What Is The Best Rock Tumbler Grit?
Polly Plastics Rock Tumbler Tumbling Media
National Geographic Grit Refill for Rock Tumbler
What Is Rock Tumbler Grit?
Rock tumbler grit is the stuff we use inside the rock tumbler to bring rocks to a nice smooth finish. Rock tumbler grit is a silicon carbide abrasive that is available in different size granules. These varying sized granules are used for shaping, smoothing and polishing rocks in a rock tumbler. Even though there are different kinds of rock tumbler grit, silicon carbide is the preferred grit for rock tumbling. This is because silicon carbide has three desirable characteristics:
- Silicon carbide is hard
- Silicon carbide can be crushed into sharp, angular particles.
- Silicon carbide is not expensive.
Rock tumbling is done in four different stages and each consists of a different kind of tumbling medium. These stages start with a very coarse rock tumbler grit and gradually work all the way down to a very fine rock tumbler grit.
Because of this change in different kinds of tumbler medium, it is very important to do a thorough cleaning between stages. A thorough cleaning of the barrel is absolutely necessary between each stage. You want to remove ALL of the grit from the barrel and the rocks before moving on to the next stage.
Kinds of Rock Tumbler Grit
Shaping (60/90 grit)
Shaping grit is the roughest or most coarse of rock tumbler grit. It is used during the first stage of rock tumbling. This is called the shaping stage. During this stage you are knocking down all of the rough and sharp edges from the rocks by using a very coarse rock tumbler grit. This stage reshapes your rocks into more round looking stones.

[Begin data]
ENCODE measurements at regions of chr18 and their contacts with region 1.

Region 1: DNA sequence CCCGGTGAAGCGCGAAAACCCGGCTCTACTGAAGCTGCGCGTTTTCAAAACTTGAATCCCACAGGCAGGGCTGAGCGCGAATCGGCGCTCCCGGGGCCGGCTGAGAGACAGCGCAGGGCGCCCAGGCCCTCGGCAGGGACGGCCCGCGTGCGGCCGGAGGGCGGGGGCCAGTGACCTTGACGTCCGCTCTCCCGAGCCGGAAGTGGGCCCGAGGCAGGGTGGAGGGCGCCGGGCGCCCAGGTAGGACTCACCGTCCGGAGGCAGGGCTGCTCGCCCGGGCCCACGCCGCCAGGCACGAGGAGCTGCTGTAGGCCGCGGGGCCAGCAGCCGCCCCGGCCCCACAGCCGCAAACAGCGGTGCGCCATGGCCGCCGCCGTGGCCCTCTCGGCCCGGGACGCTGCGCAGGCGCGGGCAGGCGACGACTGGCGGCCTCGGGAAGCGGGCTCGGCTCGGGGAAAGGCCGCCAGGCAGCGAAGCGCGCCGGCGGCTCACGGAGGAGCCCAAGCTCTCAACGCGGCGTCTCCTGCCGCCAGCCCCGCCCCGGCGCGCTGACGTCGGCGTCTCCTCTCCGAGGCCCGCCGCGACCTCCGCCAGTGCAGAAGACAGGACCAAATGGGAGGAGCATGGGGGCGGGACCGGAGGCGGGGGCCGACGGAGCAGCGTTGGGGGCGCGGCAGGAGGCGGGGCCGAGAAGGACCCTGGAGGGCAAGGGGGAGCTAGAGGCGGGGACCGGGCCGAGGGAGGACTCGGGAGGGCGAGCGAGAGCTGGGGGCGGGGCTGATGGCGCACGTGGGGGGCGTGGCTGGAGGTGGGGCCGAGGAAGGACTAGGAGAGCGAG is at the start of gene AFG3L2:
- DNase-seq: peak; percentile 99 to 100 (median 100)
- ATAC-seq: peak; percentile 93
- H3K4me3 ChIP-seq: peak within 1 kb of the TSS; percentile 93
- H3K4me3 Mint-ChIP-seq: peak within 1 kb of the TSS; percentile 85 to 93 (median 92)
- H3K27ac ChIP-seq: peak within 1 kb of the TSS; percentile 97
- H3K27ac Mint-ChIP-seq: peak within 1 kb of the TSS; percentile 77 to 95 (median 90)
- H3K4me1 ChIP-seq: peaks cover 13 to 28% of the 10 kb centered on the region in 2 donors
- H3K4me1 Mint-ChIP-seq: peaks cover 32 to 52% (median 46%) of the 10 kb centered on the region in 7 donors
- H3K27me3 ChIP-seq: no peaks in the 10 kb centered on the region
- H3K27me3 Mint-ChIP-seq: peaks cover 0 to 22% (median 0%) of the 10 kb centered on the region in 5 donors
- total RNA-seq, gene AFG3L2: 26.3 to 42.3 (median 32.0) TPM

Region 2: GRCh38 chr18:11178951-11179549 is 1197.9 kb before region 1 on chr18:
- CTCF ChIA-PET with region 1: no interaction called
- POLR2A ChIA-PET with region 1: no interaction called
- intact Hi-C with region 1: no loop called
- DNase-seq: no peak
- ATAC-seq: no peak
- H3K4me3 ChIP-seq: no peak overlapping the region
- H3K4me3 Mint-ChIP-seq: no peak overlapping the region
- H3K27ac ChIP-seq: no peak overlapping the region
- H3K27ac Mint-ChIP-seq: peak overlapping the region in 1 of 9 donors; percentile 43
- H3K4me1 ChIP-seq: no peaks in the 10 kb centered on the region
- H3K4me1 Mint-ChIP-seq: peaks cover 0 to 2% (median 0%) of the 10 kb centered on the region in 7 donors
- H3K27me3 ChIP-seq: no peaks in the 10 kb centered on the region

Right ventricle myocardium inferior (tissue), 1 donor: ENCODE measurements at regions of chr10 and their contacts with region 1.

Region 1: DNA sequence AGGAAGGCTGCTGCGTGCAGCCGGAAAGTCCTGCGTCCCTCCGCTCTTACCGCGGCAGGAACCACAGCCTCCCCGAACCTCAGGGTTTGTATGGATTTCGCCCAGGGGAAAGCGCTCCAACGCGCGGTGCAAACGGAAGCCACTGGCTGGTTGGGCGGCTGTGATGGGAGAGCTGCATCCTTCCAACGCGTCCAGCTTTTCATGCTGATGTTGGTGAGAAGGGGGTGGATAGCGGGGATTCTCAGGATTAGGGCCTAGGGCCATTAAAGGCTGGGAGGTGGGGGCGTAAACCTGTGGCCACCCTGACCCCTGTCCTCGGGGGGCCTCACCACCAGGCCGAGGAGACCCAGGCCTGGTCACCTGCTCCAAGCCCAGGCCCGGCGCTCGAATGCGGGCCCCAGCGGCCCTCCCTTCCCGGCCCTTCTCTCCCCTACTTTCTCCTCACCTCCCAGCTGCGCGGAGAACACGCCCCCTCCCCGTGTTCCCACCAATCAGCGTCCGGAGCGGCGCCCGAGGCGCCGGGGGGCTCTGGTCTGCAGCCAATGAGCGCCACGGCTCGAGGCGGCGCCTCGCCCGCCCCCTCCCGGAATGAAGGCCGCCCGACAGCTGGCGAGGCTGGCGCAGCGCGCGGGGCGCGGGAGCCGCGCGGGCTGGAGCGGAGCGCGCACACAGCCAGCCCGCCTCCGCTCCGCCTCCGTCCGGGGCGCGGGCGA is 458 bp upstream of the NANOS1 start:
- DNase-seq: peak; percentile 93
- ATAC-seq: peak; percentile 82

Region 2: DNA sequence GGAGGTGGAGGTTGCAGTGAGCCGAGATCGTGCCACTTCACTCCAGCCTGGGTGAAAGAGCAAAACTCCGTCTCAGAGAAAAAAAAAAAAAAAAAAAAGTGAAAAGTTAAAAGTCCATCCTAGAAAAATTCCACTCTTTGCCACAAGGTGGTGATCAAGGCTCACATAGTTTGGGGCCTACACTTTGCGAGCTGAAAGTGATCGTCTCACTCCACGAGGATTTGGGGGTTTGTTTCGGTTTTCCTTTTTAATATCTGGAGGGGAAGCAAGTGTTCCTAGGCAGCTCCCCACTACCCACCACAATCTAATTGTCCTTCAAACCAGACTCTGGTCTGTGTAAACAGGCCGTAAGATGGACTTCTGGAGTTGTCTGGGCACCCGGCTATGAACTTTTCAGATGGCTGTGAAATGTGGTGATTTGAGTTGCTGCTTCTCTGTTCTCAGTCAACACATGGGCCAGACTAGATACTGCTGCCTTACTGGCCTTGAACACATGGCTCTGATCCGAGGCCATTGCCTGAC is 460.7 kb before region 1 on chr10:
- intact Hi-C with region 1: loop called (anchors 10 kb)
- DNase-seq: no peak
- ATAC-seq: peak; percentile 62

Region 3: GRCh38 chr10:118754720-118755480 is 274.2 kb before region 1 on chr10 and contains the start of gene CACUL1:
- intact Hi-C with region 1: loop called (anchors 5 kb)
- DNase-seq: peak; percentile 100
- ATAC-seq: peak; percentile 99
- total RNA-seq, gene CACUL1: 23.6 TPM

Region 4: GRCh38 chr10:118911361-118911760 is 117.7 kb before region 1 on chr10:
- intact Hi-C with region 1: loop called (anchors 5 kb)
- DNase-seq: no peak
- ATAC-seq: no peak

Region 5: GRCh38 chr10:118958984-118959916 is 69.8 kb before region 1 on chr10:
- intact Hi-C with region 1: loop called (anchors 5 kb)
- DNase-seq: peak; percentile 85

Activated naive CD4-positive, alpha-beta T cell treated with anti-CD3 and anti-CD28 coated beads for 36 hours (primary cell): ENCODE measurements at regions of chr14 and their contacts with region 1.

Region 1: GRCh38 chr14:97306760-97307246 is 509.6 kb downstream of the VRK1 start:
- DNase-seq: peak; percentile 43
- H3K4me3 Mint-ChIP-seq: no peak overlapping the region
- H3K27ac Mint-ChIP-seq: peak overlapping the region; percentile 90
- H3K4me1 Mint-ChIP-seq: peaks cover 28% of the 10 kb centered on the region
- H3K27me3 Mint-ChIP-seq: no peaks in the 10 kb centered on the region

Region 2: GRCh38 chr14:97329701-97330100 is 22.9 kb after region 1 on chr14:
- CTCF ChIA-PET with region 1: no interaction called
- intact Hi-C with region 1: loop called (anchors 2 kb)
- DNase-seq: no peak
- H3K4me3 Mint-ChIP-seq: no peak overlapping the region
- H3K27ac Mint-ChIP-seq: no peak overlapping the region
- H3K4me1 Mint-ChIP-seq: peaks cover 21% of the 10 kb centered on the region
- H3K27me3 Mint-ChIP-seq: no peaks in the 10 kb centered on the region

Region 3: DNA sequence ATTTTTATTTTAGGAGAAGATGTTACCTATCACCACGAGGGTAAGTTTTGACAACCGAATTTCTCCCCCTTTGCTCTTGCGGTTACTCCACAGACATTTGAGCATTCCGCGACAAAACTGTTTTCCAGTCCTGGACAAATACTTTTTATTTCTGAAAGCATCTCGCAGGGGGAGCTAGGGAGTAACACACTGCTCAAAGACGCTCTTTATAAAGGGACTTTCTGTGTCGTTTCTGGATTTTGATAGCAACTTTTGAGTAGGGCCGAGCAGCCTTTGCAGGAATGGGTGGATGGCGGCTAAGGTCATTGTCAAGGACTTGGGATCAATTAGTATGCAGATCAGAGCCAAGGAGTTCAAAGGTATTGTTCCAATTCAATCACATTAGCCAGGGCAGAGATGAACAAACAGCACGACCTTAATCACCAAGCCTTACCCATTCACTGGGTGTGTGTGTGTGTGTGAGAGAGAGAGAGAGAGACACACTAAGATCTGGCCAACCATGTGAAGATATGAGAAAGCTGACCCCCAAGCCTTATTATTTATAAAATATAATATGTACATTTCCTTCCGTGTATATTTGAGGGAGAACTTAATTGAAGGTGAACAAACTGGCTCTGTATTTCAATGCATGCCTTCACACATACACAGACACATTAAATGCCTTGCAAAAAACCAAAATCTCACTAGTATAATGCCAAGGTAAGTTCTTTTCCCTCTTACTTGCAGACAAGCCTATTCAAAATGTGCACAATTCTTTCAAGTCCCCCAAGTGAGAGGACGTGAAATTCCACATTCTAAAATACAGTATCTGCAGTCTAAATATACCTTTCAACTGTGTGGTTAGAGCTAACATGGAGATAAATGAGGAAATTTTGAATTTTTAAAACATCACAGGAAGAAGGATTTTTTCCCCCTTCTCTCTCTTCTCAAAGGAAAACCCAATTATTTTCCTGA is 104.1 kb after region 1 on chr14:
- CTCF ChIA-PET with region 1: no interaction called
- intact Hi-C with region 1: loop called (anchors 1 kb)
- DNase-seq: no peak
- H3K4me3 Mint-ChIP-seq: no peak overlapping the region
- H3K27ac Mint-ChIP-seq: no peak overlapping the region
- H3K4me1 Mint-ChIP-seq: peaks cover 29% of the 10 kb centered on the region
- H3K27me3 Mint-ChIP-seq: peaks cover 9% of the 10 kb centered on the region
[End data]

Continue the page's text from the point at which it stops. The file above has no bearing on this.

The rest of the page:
Medium/Fine Grit (120/220 grit)
This stage of the process will remove any scratches, cracks or dimples that might be visible on the rock. To accomplish this, the grit used is not as coarse as the first stage and is a bit softer.
Pre-Polish (500 grit)
This stage prepares your rocks for the final polish. This size rock tumbler grit will completely smooth out your rocks, but will not give the high shine that is often time desirable. For that, you must move on to the polishing stage.
After your final barrel cleaning, you’re finally ready for the polishing stage! In this stage you MUST use plastic tumbling pellets to prevent your rocks from hitting against each other and ruining all of the hard work you’ve put in so far. After a week or so in this stage, your rocks should come out looking brilliant and beautiful.
If you’re new to the rock tumbling hobby, or just checking it out, you might find my post, The Best Rock Tumbler For Beginners: Take Your Hobby To The Next Level to be helpful to you on your search.